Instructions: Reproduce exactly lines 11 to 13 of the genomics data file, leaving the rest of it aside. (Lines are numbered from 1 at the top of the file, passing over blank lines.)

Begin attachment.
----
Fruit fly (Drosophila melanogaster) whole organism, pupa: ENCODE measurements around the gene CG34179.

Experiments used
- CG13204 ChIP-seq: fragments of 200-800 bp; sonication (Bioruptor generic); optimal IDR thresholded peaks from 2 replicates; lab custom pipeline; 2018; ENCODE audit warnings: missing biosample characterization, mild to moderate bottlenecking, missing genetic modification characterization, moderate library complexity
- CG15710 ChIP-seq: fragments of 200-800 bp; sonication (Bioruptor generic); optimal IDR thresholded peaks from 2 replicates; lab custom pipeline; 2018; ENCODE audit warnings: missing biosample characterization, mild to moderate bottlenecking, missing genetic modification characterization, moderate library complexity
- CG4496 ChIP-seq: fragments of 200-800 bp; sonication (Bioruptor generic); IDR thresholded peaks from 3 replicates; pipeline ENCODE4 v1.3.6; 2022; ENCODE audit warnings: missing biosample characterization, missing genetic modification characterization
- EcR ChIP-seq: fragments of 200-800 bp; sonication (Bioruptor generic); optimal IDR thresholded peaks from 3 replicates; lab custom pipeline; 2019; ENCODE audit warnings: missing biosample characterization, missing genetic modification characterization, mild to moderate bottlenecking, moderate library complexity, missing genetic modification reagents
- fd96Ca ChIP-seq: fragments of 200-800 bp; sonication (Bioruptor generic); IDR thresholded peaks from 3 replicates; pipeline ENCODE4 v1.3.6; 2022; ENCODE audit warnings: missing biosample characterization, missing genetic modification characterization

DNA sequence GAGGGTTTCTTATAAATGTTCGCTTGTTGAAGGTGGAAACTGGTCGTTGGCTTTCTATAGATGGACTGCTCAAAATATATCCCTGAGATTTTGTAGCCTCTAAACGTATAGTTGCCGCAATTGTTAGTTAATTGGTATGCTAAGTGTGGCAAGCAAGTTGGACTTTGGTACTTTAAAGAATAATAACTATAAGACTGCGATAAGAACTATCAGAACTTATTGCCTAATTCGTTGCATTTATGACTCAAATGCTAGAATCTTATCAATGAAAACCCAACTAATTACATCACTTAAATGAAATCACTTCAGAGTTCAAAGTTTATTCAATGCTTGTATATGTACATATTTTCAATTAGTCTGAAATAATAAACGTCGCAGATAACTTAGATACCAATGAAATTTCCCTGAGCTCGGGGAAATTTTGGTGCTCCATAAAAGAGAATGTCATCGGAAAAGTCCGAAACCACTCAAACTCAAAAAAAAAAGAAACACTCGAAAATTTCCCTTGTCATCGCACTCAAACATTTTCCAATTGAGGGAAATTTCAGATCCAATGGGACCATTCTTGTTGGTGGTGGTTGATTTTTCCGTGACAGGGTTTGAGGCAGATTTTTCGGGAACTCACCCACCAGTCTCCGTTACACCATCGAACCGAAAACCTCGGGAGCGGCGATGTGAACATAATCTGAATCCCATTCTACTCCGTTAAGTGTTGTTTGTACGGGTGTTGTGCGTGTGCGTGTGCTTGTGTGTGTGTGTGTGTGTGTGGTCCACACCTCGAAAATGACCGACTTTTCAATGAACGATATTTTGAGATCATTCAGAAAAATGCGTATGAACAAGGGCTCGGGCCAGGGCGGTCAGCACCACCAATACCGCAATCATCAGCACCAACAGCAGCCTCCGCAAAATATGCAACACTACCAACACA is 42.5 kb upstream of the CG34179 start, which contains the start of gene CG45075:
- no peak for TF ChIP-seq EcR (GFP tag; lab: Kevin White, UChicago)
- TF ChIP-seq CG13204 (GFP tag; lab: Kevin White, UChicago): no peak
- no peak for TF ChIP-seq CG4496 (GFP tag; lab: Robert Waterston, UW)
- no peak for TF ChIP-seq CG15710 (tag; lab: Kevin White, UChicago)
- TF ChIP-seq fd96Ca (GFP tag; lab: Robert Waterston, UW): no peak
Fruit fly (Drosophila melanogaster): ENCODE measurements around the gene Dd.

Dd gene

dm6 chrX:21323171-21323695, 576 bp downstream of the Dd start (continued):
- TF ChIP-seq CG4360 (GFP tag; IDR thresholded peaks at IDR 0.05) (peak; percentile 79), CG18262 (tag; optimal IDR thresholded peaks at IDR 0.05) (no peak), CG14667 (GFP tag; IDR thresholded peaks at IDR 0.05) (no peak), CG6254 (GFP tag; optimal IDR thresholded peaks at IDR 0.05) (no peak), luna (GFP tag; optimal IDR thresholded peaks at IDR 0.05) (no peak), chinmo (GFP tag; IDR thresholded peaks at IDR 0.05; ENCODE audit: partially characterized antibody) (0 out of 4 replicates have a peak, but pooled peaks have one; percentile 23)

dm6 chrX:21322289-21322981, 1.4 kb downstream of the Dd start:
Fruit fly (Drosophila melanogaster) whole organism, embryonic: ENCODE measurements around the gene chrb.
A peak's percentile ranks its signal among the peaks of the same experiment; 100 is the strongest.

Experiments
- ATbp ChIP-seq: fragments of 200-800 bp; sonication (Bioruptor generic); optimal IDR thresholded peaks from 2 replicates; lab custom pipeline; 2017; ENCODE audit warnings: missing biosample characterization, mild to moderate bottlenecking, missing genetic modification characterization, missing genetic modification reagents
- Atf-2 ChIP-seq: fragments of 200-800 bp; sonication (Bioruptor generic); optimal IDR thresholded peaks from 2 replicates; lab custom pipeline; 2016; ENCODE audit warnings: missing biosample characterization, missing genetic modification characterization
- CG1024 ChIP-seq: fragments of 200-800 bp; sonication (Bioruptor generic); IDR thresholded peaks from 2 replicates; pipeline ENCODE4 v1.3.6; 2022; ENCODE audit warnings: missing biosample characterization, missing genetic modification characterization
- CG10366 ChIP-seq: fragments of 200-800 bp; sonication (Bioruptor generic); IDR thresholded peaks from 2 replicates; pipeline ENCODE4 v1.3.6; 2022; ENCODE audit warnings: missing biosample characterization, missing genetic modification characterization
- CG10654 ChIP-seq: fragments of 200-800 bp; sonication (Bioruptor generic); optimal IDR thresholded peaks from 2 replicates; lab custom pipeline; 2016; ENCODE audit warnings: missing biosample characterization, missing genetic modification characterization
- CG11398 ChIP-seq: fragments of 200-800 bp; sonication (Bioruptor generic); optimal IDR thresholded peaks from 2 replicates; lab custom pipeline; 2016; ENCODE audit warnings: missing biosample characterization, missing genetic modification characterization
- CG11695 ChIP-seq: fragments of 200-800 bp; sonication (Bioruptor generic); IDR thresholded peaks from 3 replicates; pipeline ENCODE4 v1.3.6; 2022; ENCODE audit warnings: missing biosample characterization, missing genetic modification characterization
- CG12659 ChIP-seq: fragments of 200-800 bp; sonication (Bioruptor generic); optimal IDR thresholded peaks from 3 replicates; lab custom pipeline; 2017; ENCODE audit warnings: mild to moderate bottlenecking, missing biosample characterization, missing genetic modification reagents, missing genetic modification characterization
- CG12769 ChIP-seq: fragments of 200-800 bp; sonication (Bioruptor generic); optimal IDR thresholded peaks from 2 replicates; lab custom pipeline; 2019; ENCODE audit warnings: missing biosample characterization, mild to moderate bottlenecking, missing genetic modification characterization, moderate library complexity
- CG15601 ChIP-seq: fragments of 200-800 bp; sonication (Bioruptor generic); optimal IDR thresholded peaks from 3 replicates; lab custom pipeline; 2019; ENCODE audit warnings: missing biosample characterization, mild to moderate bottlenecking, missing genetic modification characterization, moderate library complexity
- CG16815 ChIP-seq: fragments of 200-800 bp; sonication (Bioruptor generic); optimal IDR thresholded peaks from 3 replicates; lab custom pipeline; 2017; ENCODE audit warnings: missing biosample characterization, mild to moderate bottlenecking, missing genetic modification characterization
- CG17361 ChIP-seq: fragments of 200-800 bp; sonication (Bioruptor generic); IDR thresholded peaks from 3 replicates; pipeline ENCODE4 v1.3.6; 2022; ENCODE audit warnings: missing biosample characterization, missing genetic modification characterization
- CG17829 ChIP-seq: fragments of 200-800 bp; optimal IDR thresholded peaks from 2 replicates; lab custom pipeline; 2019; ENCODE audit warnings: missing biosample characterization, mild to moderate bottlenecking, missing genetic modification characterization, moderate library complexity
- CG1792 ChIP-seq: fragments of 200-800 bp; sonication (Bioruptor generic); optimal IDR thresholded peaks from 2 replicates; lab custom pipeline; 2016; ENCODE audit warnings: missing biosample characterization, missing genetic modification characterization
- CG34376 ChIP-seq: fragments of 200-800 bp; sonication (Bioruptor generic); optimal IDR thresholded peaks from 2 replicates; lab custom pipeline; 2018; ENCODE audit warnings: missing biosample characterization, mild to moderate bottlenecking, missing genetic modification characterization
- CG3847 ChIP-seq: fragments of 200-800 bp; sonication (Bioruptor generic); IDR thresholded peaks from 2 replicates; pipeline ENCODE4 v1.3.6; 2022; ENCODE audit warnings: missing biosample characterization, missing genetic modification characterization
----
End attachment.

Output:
- no peak for TF ChIP-seq CG4496 (GFP tag; lab: Robert Waterston, UW)
- no peak for TF ChIP-seq CG15710 (tag; lab: Kevin White, UChicago)
- TF ChIP-seq fd96Ca (GFP tag; lab: Robert Waterston, UW): no peak